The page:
BOSTON, Mass. — Huntington Mayor Steve Williams is representing his city in Boston this week for a meeting with five other cities impacted by the opioid epidemic.
“The intent is for city leaders to come together with their teams to address how we might be able to align our resources to fight the opioid epidemic. We’re going to learn from one another,” Williams told MetroNews in a phone interview Wednesday.
Williams is meeting with city leaders from Knoxville, Tennessee; Madison, Wisconsin; Manchester, New Hampshire; New Bedford, Massachusetts; and Tacoma, Washington for the Mayors’ Institute on Opioids.
The three-day event, which began Tuesday, will be followed by 12 months of ongoing expert assistance tailored to each participating city’s needs with the work building on local efforts already underway.
Williams said he wants to find out how those cities utilize their policing efforts, not just to combat the crimes, but to help people get into recovery. He also wants to hear about job creation.
“There’s a lot to discuss here,” Williams said. “Frankly, the most important one is how are the cities actually creating jobs to establish hope for folks because I believe that’s the greatest prescription that we can have to actually overcome this epidemic.”
Williams and other leaders at the local, state and federal level have been working tirelessly to fix the drug problem for more than three years. Huntington was the smallest city at the meeting. Williams said he wants the other cities to know they’ve already made great strides to address concerns.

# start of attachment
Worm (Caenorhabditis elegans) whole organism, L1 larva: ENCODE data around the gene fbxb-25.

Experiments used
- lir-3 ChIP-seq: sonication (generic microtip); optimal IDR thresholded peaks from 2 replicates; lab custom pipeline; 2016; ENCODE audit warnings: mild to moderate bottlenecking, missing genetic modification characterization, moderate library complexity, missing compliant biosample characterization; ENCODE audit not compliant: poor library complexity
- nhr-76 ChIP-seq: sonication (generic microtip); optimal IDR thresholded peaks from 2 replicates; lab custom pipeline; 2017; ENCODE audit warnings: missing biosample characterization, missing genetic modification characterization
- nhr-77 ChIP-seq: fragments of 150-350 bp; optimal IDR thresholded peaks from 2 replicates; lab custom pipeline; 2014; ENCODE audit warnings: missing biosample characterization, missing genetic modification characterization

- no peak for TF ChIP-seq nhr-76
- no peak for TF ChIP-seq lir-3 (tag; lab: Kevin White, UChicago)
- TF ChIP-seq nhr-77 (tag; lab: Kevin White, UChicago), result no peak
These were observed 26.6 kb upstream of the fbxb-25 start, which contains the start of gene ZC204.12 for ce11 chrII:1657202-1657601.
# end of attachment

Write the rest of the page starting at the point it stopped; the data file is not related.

“We’ve created a quick response team that has been extremely effective,” he said. “I want to know if any of the other cities have done anything like that and what they’ve learned as a result of it.”
The cities plan to discuss prevention, treatment, recovery and effective harm reduction efforts.
Williams said he remains committed to fighting Huntington’s drug problem.
“If I don’t continue working on this, I don’t deserve to be mayor. This is why I’m here,” he said.
Overdoses in Cabell County have steadily declined 68 percent since August 2017, according to a news release from the city. There were 62 overdoses in April, a 64 percent drop compared to April 2017. Officials have attributed the decrease to building partnerships and innovative programs among various agencies over the years.
Williams said this is a citywide effort.
“Everybody has a role to play in defeating this. Those people who are complaining about it, typically, are the ones who aren’t doing anything about it,” he said.